I’ve screwed up when I’ve submitted to the odd place. Okay, early days, we all make mistakes. But I learned from it. I didn’t walk around blaming the publication – I blamed me for failing to include everything they asked for.
We have submission guidelines and I’m continuously amazed at how many people don’t follow them. And if someone sends us a query, someone submits a story without the release form… Sayonara Sunshine.
And, if someone submits a story and then withdraws it and we see it’s because they did simultaneous submissions we remember that.
When we started out I tried hard to set things up in such a way that we could be fair to writers. The result was that some people tried to take advantage. Inevitably, you get to the point where your submission volume is such that scratching a few names off the list isn’t going to hurt your feelings at all.
The reason I say this is not to pick on writers. It’s because I’ve started to understand, in some limited way, what agents and editors think.
There are a lot of things to consider when you’re trying to market your work… And I’ve been wrong. It isn’t just about the writing. It’s about a lot of other things. If you have a reputation that you consistently can’t finish projects or deliver on deadlines it’s going to be a mark against you. If you have a reputation for trashing people online it might not be seen as helpful. It will certainly impede your ability to get blurbs, do joint signing events, etc.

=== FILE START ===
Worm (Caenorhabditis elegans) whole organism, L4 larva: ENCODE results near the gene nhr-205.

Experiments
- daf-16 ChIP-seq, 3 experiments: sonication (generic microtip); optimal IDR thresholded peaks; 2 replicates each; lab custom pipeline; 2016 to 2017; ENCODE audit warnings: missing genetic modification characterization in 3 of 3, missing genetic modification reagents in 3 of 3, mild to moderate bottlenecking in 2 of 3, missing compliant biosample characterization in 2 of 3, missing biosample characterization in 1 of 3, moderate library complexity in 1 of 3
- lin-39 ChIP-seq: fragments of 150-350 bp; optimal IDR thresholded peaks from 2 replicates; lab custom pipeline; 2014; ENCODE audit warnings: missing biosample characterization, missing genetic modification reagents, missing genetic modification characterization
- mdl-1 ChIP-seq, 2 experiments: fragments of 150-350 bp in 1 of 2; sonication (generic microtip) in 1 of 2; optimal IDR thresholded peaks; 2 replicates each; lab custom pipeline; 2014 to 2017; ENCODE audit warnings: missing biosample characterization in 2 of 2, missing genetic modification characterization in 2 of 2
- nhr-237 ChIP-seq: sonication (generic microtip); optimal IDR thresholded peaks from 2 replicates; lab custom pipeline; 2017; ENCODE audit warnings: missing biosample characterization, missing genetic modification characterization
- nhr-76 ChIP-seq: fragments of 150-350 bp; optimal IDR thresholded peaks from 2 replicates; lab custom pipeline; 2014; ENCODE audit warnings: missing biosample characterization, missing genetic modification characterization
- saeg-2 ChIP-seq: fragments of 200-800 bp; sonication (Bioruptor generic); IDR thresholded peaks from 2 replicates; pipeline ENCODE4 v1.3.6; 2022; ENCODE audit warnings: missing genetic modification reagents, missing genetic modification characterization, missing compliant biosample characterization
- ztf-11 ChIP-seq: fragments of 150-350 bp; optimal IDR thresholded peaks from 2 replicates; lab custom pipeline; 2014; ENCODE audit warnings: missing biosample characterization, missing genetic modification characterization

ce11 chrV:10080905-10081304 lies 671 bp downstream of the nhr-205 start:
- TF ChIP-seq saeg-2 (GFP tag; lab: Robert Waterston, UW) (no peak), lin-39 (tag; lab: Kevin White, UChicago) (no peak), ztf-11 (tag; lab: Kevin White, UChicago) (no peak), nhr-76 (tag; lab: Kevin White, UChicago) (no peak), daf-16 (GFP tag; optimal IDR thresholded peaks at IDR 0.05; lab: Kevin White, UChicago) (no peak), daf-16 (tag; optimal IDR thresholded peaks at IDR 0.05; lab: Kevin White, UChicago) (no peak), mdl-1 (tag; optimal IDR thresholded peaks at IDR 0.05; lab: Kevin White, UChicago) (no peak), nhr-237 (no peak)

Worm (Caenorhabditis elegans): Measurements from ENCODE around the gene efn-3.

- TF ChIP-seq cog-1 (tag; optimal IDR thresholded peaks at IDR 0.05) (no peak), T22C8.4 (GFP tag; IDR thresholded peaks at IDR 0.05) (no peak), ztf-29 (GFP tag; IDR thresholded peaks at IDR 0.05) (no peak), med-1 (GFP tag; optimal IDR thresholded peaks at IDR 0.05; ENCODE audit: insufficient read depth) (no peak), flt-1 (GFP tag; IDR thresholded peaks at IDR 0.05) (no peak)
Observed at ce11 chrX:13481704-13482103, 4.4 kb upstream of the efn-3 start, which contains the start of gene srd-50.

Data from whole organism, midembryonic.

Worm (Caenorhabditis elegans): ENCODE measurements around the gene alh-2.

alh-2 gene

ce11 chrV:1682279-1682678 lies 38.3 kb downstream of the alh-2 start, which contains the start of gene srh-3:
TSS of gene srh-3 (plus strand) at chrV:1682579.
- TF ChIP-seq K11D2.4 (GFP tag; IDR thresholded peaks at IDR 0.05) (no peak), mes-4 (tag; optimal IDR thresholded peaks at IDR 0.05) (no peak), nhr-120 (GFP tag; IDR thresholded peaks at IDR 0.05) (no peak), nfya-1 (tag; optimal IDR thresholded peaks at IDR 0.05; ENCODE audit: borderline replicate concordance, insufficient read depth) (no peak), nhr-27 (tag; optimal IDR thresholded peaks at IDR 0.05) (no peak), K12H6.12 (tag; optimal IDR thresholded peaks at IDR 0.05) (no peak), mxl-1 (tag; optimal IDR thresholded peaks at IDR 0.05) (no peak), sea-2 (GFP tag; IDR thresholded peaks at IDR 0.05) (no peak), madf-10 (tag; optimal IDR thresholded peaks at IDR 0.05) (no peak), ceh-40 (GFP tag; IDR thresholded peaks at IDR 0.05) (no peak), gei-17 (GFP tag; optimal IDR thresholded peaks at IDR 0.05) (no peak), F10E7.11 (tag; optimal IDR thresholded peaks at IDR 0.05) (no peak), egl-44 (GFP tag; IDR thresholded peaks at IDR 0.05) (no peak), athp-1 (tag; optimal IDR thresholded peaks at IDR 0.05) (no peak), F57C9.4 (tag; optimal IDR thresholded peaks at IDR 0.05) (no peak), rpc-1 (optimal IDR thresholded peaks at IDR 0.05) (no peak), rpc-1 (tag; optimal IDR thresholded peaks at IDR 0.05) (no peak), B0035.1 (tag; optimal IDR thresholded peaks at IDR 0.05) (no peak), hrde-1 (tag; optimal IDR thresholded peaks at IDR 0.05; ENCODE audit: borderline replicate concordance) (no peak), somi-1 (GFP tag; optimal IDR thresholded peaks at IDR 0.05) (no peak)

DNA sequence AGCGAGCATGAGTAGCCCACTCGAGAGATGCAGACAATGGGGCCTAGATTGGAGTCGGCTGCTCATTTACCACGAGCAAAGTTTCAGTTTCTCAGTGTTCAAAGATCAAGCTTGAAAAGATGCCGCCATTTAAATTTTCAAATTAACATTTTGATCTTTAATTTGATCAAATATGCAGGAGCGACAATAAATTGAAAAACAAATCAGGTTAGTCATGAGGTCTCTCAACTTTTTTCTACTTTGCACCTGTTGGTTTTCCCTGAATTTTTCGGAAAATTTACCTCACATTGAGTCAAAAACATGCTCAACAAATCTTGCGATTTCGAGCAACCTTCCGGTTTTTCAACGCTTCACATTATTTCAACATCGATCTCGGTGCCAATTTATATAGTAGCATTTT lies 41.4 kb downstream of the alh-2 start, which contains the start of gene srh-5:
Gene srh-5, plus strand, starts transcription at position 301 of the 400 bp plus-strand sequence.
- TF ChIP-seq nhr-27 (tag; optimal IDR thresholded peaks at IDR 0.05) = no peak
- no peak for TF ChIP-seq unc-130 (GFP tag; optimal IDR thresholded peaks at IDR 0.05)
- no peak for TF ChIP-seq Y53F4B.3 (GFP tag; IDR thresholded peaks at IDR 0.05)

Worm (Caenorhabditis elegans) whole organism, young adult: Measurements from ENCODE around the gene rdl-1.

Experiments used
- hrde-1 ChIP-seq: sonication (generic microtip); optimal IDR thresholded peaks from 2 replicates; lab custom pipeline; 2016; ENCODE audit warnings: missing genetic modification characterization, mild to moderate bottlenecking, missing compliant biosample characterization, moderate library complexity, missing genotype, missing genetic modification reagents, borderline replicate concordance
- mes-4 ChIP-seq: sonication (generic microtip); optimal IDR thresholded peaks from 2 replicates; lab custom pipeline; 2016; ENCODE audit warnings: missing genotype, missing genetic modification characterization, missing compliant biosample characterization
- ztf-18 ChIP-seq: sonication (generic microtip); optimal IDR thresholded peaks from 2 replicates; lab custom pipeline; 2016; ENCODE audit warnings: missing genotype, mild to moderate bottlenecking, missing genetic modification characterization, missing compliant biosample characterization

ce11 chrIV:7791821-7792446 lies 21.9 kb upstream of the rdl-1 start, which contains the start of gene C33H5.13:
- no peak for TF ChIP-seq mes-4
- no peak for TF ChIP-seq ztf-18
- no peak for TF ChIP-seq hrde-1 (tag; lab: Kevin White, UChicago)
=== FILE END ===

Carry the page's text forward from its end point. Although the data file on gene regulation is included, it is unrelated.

I’ve been thinking about this a lot lately. I didn’t start this blog to sell books. However, everything on this blog reflects on me. Getting an agent and getting a book deal can be affected by my behaviour. Now, I have an agent… Yet I’ve found myself thinking a fair bit recently about whether or not the tone of my blog should change.
On the one hand I don’t like that idea. However, I do understand it. Free speech is a wonderful thing, but it can cause problems. Evilkev discovered a co-worker’s blog once, where she railed at length about her dislike for him. Not everyone has a sense of humour or can shrug that off as easily as he did.
My 2 cents for the day is, if you think you’re ready to start querying for an agent/publisher, make sure you’re ready. And make sure you can deliver. I think having a book out already helps in one respect: I’ve already proven I can bring a book to completion. Shopping another project demonstrates I can finish more than one manuscript. This is also good. It means that I have a track record.
Someone once said that you shouldn’t be in a hurry to get your first book published because you only got one chance to make a first impression. I beg to differ. The minute you start getting short stories published, the minute you start blogging, you’ve made your first impression. All of it can factor in to a decision about whether or not someone wants to work with you.
And that’s not something to dismiss if you want to have a career. It’s one thing if you already have an agent and a big publisher and books on the shelves – you can afford to do what you want more than others.
Those of us who are working toward that goal have to consider our behaviour more carefully. It’s hard to get published, and publishers aren’t prepared to throw money at proven risks. Bear in mind what your blog communicates about you and whether or not it might be hurting you more than it’s helping.
After all, having a hundred hits on your blog every day sounds like a good thing… But not if the majority of those people are dropping by for their daily laugh at your expense.